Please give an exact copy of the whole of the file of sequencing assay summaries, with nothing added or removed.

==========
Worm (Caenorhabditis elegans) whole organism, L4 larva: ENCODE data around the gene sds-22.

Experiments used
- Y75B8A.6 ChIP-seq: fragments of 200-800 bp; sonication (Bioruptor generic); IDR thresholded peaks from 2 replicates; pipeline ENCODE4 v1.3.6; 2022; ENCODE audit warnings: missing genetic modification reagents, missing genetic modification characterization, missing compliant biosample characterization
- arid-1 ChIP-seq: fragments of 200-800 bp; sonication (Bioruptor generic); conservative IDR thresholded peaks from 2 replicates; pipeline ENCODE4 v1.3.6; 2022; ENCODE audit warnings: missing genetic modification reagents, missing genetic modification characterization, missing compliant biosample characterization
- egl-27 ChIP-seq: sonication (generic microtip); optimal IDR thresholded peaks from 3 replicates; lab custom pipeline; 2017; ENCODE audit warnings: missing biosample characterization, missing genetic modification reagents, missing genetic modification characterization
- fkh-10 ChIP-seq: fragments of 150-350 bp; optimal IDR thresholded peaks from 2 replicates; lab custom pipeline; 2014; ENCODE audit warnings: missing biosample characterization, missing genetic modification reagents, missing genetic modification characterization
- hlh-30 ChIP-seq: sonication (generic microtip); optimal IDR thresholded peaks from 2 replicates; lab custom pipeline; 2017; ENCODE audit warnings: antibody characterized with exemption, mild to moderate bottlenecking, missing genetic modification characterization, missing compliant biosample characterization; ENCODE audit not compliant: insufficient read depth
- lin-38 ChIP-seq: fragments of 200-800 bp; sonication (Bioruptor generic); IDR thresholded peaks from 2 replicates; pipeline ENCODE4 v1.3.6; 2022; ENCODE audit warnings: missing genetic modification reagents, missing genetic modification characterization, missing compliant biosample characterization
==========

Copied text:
Worm (Caenorhabditis elegans) whole organism, L4 larva: ENCODE data around the gene sds-22.

Experiments used
- Y75B8A.6 ChIP-seq: fragments of 200-800 bp; sonication (Bioruptor generic); IDR thresholded peaks from 2 replicates; pipeline ENCODE4 v1.3.6; 2022; ENCODE audit warnings: missing genetic modification reagents, missing genetic modification characterization, missing compliant biosample characterization
- arid-1 ChIP-seq: fragments of 200-800 bp; sonication (Bioruptor generic); conservative IDR thresholded peaks from 2 replicates; pipeline ENCODE4 v1.3.6; 2022; ENCODE audit warnings: missing genetic modification reagents, missing genetic modification characterization, missing compliant biosample characterization
- egl-27 ChIP-seq: sonication (generic microtip); optimal IDR thresholded peaks from 3 replicates; lab custom pipeline; 2017; ENCODE audit warnings: missing biosample characterization, missing genetic modification reagents, missing genetic modification characterization
- fkh-10 ChIP-seq: fragments of 150-350 bp; optimal IDR thresholded peaks from 2 replicates; lab custom pipeline; 2014; ENCODE audit warnings: missing biosample characterization, missing genetic modification reagents, missing genetic modification characterization
- hlh-30 ChIP-seq: sonication (generic microtip); optimal IDR thresholded peaks from 2 replicates; lab custom pipeline; 2017; ENCODE audit warnings: antibody characterized with exemption, mild to moderate bottlenecking, missing genetic modification characterization, missing compliant biosample characterization; ENCODE audit not compliant: insufficient read depth
- lin-38 ChIP-seq: fragments of 200-800 bp; sonication (Bioruptor generic); IDR thresholded peaks from 2 replicates; pipeline ENCODE4 v1.3.6; 2022; ENCODE audit warnings: missing genetic modification reagents, missing genetic modification characterization, missing compliant biosample characterization